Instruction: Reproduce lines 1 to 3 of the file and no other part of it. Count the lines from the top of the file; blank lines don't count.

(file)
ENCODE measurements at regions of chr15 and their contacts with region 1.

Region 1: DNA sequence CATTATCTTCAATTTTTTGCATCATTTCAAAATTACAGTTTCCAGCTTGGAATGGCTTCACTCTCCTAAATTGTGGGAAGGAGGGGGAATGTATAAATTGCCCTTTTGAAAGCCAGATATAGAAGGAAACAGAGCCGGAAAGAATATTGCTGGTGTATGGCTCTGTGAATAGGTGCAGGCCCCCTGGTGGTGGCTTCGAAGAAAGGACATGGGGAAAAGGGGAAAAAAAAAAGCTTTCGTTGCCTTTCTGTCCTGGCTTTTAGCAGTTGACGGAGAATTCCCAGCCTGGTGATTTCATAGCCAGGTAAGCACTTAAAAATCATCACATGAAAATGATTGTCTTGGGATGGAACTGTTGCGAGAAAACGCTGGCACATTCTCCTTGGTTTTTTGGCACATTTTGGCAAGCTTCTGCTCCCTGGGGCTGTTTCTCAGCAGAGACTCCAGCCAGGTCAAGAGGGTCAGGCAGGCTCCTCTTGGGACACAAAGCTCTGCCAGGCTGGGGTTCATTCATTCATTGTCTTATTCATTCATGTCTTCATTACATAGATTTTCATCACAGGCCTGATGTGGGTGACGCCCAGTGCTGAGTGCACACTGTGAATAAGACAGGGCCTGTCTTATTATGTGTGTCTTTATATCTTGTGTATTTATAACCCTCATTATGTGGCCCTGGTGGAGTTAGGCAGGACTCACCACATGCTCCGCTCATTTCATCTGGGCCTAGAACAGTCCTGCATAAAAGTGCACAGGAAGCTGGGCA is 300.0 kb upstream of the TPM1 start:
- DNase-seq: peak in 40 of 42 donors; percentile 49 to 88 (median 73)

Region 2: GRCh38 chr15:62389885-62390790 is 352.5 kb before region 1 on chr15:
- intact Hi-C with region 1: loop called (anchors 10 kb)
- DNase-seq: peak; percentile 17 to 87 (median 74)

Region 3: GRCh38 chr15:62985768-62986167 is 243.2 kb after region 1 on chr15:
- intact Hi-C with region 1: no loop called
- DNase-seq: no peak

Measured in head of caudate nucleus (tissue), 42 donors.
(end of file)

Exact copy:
ENCODE measurements at regions of chr15 and their contacts with region 1.

Region 1: DNA sequence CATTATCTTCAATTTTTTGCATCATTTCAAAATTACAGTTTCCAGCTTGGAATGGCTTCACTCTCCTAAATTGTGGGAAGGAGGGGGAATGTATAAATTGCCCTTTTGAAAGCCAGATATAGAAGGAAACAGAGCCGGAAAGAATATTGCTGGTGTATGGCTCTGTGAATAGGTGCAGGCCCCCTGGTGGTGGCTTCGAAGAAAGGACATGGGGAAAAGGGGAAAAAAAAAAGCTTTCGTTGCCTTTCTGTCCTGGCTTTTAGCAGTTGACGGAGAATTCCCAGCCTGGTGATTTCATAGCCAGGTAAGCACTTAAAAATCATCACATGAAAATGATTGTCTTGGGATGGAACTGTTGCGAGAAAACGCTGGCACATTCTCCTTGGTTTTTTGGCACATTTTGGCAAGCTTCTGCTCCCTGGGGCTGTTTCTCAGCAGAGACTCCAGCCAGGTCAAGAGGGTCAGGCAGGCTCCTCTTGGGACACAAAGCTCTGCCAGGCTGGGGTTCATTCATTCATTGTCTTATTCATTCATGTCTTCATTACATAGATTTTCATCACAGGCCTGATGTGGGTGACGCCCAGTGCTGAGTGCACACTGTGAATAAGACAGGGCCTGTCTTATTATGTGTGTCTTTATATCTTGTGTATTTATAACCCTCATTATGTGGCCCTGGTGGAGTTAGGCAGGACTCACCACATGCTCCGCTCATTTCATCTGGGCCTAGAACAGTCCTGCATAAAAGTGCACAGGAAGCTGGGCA is 300.0 kb upstream of the TPM1 start:
- DNase-seq: peak in 40 of 42 donors; percentile 49 to 88 (median 73)